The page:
Controlling the alignment of 1D nanochannel arrays in oriented metal–organic framework films for host–guest materials design†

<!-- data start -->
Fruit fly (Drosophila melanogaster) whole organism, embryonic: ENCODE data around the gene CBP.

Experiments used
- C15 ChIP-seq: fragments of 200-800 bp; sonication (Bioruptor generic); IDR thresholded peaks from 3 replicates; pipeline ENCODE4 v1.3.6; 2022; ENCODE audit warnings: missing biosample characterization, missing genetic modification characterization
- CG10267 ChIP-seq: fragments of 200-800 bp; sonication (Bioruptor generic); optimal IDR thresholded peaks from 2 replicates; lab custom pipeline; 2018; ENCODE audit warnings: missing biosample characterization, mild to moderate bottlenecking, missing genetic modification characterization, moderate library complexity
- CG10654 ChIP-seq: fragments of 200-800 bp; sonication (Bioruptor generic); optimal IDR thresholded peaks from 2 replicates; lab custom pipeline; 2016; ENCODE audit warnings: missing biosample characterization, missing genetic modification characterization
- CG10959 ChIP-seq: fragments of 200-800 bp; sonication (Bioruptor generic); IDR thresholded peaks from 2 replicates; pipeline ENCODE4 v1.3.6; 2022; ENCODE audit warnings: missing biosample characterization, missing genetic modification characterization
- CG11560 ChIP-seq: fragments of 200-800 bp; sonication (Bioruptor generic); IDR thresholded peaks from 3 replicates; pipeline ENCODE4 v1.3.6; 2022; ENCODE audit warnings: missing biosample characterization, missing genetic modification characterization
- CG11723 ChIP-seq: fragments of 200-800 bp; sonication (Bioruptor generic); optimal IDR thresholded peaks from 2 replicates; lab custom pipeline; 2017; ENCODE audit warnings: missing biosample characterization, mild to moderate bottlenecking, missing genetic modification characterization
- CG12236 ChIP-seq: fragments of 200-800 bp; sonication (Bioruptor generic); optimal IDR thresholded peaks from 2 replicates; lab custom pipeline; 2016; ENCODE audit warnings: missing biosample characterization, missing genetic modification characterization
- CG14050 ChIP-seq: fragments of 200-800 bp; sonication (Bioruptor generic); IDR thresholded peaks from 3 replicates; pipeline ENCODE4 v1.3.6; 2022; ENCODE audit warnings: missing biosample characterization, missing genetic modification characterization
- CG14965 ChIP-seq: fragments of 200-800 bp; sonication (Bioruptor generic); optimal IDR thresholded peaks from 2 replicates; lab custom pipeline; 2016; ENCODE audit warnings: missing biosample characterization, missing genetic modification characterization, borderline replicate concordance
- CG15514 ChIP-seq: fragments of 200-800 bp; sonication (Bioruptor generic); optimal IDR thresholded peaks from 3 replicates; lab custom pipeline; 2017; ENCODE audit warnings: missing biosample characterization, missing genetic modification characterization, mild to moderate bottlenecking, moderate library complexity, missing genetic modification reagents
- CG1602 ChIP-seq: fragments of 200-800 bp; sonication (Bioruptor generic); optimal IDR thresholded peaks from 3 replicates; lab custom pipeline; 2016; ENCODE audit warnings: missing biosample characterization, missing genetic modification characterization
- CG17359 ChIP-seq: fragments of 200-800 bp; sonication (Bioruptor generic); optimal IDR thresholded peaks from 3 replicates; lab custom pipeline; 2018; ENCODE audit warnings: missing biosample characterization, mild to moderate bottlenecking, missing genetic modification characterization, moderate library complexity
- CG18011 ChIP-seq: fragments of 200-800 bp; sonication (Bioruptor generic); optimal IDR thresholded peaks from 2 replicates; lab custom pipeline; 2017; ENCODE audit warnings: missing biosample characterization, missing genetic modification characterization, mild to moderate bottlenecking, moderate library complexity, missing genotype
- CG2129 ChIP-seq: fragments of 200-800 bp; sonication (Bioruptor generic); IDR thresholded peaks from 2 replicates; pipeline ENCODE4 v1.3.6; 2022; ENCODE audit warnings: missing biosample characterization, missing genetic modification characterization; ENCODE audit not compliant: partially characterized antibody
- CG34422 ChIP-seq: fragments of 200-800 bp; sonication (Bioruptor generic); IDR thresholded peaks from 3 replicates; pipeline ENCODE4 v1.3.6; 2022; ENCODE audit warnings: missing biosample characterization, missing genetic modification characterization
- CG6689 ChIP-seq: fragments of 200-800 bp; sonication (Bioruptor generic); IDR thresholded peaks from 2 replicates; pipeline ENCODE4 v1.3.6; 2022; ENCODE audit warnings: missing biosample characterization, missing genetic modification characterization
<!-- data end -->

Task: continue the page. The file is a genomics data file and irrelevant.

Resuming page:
Controlling the direction of molecular-scale pores enables the accommodation of guest molecular-scale species with alignment in the desired direction, allowing for the development of high-performance mechanical, thermal, electronic, photonic and biomedical organic devices (host–guest approach). Regularly ordered 1D nanochannels of metal–organic frameworks (MOFs) have been demonstrated as superior hosts for aligning functional molecules and polymers. However, controlling the orientation of MOF films with 1D nanochannels at commercially relevant scales remains a significant challenge. Here, we report the fabrication of macroscopically oriented films of Cu-based pillar-layered MOFs having regularly ordered 1D nanochannels. The direction of 1D nanochannels is controllable by optimizing the crystal growth process; 1D nanochannels align either perpendicular or parallel to substrates, offering molecular-scale pore arrays for a macroscopic alignment of functional guest molecules in the desired direction. Due to the fundamental interest and widespread technological importance of controlling the alignment of functional molecules and polymers in a particular direction, orientation-controllable MOF films will open up the possibility of realising the potential of MOFs in advanced technologies.